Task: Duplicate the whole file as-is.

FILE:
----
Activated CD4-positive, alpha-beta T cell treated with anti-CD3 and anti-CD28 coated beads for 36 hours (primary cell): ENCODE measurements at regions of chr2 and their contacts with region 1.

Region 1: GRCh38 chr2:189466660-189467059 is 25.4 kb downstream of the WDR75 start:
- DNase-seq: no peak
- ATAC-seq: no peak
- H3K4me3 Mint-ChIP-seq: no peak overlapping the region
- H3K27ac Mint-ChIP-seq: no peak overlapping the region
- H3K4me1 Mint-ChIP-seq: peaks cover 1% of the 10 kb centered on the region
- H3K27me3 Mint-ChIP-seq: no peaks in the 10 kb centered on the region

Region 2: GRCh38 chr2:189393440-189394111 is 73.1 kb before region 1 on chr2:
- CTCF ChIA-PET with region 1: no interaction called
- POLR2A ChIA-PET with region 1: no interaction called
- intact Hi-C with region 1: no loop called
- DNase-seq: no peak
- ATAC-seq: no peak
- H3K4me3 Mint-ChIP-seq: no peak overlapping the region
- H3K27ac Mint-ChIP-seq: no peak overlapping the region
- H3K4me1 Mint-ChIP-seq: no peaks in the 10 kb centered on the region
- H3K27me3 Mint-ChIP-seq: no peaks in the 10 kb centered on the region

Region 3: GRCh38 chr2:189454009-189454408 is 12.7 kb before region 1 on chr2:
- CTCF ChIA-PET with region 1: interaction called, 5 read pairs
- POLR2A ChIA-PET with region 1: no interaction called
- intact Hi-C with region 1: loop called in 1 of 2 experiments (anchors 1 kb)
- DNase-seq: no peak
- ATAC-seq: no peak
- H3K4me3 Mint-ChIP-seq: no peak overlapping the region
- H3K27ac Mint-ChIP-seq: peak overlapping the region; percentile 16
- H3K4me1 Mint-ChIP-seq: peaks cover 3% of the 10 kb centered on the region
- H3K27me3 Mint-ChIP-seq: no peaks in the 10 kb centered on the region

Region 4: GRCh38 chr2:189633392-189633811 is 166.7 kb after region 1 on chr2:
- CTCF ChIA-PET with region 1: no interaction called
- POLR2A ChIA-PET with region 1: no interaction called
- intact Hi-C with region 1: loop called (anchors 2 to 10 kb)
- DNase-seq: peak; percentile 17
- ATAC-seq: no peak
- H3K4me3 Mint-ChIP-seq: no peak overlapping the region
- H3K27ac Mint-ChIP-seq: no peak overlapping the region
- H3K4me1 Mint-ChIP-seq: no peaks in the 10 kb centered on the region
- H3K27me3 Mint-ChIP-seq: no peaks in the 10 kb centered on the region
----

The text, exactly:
Activated CD4-positive, alpha-beta T cell treated with anti-CD3 and anti-CD28 coated beads for 36 hours (primary cell): ENCODE measurements at regions of chr2 and their contacts with region 1.

Region 1: GRCh38 chr2:189466660-189467059 is 25.4 kb downstream of the WDR75 start:
- DNase-seq: no peak
- ATAC-seq: no peak
- H3K4me3 Mint-ChIP-seq: no peak overlapping the region
- H3K27ac Mint-ChIP-seq: no peak overlapping the region
- H3K4me1 Mint-ChIP-seq: peaks cover 1% of the 10 kb centered on the region
- H3K27me3 Mint-ChIP-seq: no peaks in the 10 kb centered on the region

Region 2: GRCh38 chr2:189393440-189394111 is 73.1 kb before region 1 on chr2:
- CTCF ChIA-PET with region 1: no interaction called
- POLR2A ChIA-PET with region 1: no interaction called
- intact Hi-C with region 1: no loop called
- DNase-seq: no peak
- ATAC-seq: no peak
- H3K4me3 Mint-ChIP-seq: no peak overlapping the region
- H3K27ac Mint-ChIP-seq: no peak overlapping the region
- H3K4me1 Mint-ChIP-seq: no peaks in the 10 kb centered on the region
- H3K27me3 Mint-ChIP-seq: no peaks in the 10 kb centered on the region

Region 3: GRCh38 chr2:189454009-189454408 is 12.7 kb before region 1 on chr2:
- CTCF ChIA-PET with region 1: interaction called, 5 read pairs
- POLR2A ChIA-PET with region 1: no interaction called
- intact Hi-C with region 1: loop called in 1 of 2 experiments (anchors 1 kb)
- DNase-seq: no peak
- ATAC-seq: no peak
- H3K4me3 Mint-ChIP-seq: no peak overlapping the region
- H3K27ac Mint-ChIP-seq: peak overlapping the region; percentile 16
- H3K4me1 Mint-ChIP-seq: peaks cover 3% of the 10 kb centered on the region
- H3K27me3 Mint-ChIP-seq: no peaks in the 10 kb centered on the region

Region 4: GRCh38 chr2:189633392-189633811 is 166.7 kb after region 1 on chr2:
- CTCF ChIA-PET with region 1: no interaction called
- POLR2A ChIA-PET with region 1: no interaction called
- intact Hi-C with region 1: loop called (anchors 2 to 10 kb)
- DNase-seq: peak; percentile 17
- ATAC-seq: no peak
- H3K4me3 Mint-ChIP-seq: no peak overlapping the region
- H3K27ac Mint-ChIP-seq: no peak overlapping the region
- H3K4me1 Mint-ChIP-seq: no peaks in the 10 kb centered on the region
- H3K27me3 Mint-ChIP-seq: no peaks in the 10 kb centered on the region